Super fund ESG options lean to IT and healthcare exposures

14 June 2023
| By Rhea Nath |
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Research by Rainmaker Information has analysed the portfolio holdings of MySuper and ESG investment options, finding ESG products overweight in CSL, Telstra, and ResMed in Australia.

These funds displayed lower exposure to materials, energy, and financial sectors, while exhibiting higher exposure to communications services, healthcare, and information technology sectors. 

The Rainmaker study of super fund portfolio holdings as of 30 June 2022 looked at 69 MySuper products with a sample of 38 specialist ESG investment options offered through workplace super funds. 

“Contrary to common perception, the findings highlighted that an ESG investment strategy involves more than simply avoiding certain investments,” said Alex Dunnin, executive director of research at Rainmaker Information.

The analysis found the top 10 holdings accounted for almost half (42 per cent) of MySuper Australian equities.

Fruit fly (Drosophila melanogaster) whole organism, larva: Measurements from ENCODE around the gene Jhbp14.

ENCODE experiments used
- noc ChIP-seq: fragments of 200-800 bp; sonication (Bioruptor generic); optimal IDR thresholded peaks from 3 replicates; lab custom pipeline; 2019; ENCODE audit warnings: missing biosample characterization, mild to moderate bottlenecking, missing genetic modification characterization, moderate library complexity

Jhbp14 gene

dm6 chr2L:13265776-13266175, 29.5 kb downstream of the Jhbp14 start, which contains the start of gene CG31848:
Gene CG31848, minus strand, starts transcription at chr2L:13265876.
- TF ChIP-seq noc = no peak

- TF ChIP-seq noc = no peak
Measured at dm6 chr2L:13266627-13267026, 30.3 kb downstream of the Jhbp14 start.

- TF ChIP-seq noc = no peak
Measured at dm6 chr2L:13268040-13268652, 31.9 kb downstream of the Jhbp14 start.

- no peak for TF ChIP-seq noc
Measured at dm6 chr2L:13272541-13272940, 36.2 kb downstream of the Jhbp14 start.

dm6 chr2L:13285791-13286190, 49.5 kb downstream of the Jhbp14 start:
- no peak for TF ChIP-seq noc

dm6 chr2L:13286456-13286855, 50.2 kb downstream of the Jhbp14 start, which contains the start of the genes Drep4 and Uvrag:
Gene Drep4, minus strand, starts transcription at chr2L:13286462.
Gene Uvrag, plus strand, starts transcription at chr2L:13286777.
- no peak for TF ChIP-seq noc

The top 50 holdings represented 75 per cent and the top 100 holdings accounted for 89 per cent.

As company size decreased, a more active company allocation approach was indicated, with super funds exhibiting greater variations from the ASX index weighting.

ESG products showed reduced exposure to companies such as BHP, Woodside Energy, and Transurban although average exposures were similar for MySuper and ESG investment options.

Interestingly, international equities holdings displayed higher diversity and less concentration than their Australian counterparts, as the top 50 holdings accounted for just 30 per cent of international equities portfolios. 

With the exception of Tesla, Microsoft, and Alibaba, ESG products exhibited clear tilts away from major global technology giants. 

Other asset allocations
Rainmaker Information’s analysis also explored fixed income holdings, which were predominantly held through mandates. In this, retail funds exhibited a higher proportion of direct holdings compared to not-for-profit funds.

IFM Investors came out on top as the largest fixed income manager and private debt emerged as the largest direct holding.

Dunnin said: “Super funds reported that three-quarters of their unlisted infrastructure and unlisted property investments were held externally through investment mandates.

“Conversely, investments in unlisted equity and alternatives were predominantly placed through investment manager mandates.”
 

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